Wind Assisted

2009 was a fairly unusual year for backgammon in that there were no new books on the game published. While there was plenty of good on-line material available the lack of new books is worrying because normally the number of books published mirrors the popularity of the game. Let us hope this is only a short-term hiccup and that authors soon return to writing about the game. I was going to wait until 2011 to publish my next ‘Wind’ book but because of the lack of other new books I decided, with a little prompting from Carol Joy Cole, to bring the new book forward a year.

One of the problems is that you will never get rich as a backgammon author as it is a very niche market. If you sell a thousand copies then you are doing very well indeed. The exception is probably my own “Backgammon for Dummies” which is approaching about 6,000 in sales but that reflects the power of the Dummies brand as much as anything. So backgammon writing remains as much a labour of love as anything else!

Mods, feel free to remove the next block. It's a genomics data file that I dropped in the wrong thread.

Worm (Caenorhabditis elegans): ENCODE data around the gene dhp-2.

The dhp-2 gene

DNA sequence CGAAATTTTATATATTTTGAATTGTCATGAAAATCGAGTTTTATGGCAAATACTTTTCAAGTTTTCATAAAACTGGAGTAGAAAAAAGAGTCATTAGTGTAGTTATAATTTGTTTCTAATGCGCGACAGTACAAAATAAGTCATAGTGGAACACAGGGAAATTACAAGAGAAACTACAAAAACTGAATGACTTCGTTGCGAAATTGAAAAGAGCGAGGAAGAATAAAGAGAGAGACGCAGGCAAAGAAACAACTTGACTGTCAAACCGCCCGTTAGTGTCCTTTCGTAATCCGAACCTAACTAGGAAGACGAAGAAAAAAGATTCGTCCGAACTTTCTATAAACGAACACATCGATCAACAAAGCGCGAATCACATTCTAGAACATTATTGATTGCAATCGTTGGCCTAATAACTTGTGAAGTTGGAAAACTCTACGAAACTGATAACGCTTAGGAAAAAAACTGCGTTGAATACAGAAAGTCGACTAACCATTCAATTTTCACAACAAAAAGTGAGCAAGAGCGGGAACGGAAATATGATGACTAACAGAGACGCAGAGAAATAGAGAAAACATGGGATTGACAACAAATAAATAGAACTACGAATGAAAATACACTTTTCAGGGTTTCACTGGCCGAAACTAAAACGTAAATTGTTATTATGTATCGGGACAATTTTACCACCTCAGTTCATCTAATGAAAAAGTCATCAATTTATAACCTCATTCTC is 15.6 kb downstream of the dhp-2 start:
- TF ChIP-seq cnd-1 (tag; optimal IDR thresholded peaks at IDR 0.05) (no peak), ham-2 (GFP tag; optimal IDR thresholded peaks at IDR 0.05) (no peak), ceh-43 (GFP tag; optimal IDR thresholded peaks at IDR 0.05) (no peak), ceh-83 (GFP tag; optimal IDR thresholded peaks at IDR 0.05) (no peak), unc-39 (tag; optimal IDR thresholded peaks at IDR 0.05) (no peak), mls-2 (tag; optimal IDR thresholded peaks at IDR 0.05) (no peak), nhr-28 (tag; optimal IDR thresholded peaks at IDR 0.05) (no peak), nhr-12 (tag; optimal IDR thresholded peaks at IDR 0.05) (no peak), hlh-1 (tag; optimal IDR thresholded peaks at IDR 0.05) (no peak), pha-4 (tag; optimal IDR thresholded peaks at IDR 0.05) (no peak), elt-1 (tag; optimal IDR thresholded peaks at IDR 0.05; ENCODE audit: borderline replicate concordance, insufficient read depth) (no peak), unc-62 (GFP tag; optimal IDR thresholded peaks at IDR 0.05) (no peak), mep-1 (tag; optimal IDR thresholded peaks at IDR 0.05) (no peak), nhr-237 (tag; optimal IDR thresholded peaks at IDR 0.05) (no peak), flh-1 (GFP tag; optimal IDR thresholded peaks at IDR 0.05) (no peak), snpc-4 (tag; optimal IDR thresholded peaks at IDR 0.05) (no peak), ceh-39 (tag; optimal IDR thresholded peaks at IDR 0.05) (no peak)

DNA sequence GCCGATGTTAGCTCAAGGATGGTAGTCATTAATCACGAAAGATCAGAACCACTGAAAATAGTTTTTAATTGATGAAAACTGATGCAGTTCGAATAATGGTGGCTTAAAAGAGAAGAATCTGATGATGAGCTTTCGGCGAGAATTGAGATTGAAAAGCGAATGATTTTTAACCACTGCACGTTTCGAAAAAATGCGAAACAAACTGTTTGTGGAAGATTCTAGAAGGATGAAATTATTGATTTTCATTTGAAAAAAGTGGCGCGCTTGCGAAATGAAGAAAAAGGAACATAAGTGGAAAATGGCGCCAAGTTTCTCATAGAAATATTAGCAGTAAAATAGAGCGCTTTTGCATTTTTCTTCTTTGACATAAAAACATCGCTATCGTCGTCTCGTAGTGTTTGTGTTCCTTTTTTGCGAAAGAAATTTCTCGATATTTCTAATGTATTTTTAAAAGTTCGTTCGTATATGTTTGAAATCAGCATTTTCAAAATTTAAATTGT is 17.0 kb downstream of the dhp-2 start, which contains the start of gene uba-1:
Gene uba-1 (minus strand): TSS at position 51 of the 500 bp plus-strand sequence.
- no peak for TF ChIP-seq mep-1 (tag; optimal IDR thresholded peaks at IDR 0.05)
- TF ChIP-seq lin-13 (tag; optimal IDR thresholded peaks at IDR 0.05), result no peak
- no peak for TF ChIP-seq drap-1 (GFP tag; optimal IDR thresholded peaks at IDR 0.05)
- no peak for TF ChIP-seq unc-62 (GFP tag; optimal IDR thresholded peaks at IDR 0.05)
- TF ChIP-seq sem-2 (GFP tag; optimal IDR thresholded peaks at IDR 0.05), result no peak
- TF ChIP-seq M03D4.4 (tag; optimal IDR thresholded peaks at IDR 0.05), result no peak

So where is backgammon now? Throughout what I call the ‘Internet Years’ backgammon has maintained a core following without ever quite taking off in the way that poker has done. The media coverage of poker has transformed the game ever since the producers worked out how to give viewers access to the players’ hole cards. That development, coupled with the fact that poker is relatively simple to understand (if not to play) has meant that it has been a huge success.

Backgammon has yet to make that leap. It has appeared on TV much more in the last decade thanks to the hard work of independent producers such as Andy Bell who has made a success of the World Series of Backgammon, despite a number of problems along the way. The PartyGammon sponsored million dollar tournament in the Bahamas was great fun but I doubt the promoters made much money.

The fundamental problem is that backgammon is too difficult! While apparently a simple game it is actually extremely complex. The further you delve into the intricacies of the game using the bots the more sophisticated it becomes and you realise just how many mistakes even the top players make.

Watching live backgammon at somewhere like Monte Carlo is great fun but the audience there is made up of experienced players, some of them the best in the world. Taking a match and making it exciting for the average games player or even the man in the street is where poker succeeds and backgammon, as yet, fails.